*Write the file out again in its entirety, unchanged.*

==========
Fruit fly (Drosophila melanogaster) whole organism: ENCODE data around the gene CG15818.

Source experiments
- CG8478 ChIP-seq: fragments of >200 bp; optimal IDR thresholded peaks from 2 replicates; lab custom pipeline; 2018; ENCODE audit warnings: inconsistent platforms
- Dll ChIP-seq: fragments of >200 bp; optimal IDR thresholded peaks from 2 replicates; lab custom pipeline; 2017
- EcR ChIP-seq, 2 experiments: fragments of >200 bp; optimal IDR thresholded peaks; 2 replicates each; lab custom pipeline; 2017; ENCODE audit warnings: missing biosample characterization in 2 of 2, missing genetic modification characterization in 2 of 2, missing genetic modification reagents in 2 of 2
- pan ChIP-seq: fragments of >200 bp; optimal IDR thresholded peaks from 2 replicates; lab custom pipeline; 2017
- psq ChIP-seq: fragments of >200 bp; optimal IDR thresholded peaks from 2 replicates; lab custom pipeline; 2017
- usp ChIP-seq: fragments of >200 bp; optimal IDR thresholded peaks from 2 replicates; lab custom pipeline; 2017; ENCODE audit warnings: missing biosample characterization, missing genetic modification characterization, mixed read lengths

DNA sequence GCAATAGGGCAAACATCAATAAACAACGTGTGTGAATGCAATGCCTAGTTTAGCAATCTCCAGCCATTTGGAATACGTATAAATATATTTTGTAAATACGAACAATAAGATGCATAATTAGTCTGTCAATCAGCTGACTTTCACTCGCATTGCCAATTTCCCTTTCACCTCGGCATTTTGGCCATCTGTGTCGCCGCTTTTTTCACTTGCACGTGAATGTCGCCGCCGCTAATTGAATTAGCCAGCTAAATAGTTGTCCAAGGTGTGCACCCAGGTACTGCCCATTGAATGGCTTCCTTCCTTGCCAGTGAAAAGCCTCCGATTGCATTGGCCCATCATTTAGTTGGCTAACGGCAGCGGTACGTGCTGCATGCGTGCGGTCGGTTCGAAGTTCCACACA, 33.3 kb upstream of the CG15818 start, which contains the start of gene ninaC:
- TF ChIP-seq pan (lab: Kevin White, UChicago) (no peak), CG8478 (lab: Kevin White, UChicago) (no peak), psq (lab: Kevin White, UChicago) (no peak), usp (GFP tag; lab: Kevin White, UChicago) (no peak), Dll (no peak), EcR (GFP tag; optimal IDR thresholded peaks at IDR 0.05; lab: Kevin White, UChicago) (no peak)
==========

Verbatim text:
Fruit fly (Drosophila melanogaster) whole organism: ENCODE data around the gene CG15818.

Source experiments
- CG8478 ChIP-seq: fragments of >200 bp; optimal IDR thresholded peaks from 2 replicates; lab custom pipeline; 2018; ENCODE audit warnings: inconsistent platforms
- Dll ChIP-seq: fragments of >200 bp; optimal IDR thresholded peaks from 2 replicates; lab custom pipeline; 2017
- EcR ChIP-seq, 2 experiments: fragments of >200 bp; optimal IDR thresholded peaks; 2 replicates each; lab custom pipeline; 2017; ENCODE audit warnings: missing biosample characterization in 2 of 2, missing genetic modification characterization in 2 of 2, missing genetic modification reagents in 2 of 2
- pan ChIP-seq: fragments of >200 bp; optimal IDR thresholded peaks from 2 replicates; lab custom pipeline; 2017
- psq ChIP-seq: fragments of >200 bp; optimal IDR thresholded peaks from 2 replicates; lab custom pipeline; 2017
- usp ChIP-seq: fragments of >200 bp; optimal IDR thresholded peaks from 2 replicates; lab custom pipeline; 2017; ENCODE audit warnings: missing biosample characterization, missing genetic modification characterization, mixed read lengths

DNA sequence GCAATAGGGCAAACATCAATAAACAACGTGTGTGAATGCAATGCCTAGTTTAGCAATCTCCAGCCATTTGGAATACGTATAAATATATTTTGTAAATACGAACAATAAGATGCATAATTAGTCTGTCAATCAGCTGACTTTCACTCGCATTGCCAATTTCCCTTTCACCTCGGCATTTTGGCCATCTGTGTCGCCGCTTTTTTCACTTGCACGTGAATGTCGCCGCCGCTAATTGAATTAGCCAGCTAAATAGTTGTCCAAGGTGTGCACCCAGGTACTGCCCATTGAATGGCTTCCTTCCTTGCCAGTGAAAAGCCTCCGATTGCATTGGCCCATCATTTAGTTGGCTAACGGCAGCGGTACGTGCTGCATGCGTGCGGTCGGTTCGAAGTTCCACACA, 33.3 kb upstream of the CG15818 start, which contains the start of gene ninaC:
- TF ChIP-seq pan (lab: Kevin White, UChicago) (no peak), CG8478 (lab: Kevin White, UChicago) (no peak), psq (lab: Kevin White, UChicago) (no peak), usp (GFP tag; lab: Kevin White, UChicago) (no peak), Dll (no peak), EcR (GFP tag; optimal IDR thresholded peaks at IDR 0.05; lab: Kevin White, UChicago) (no peak)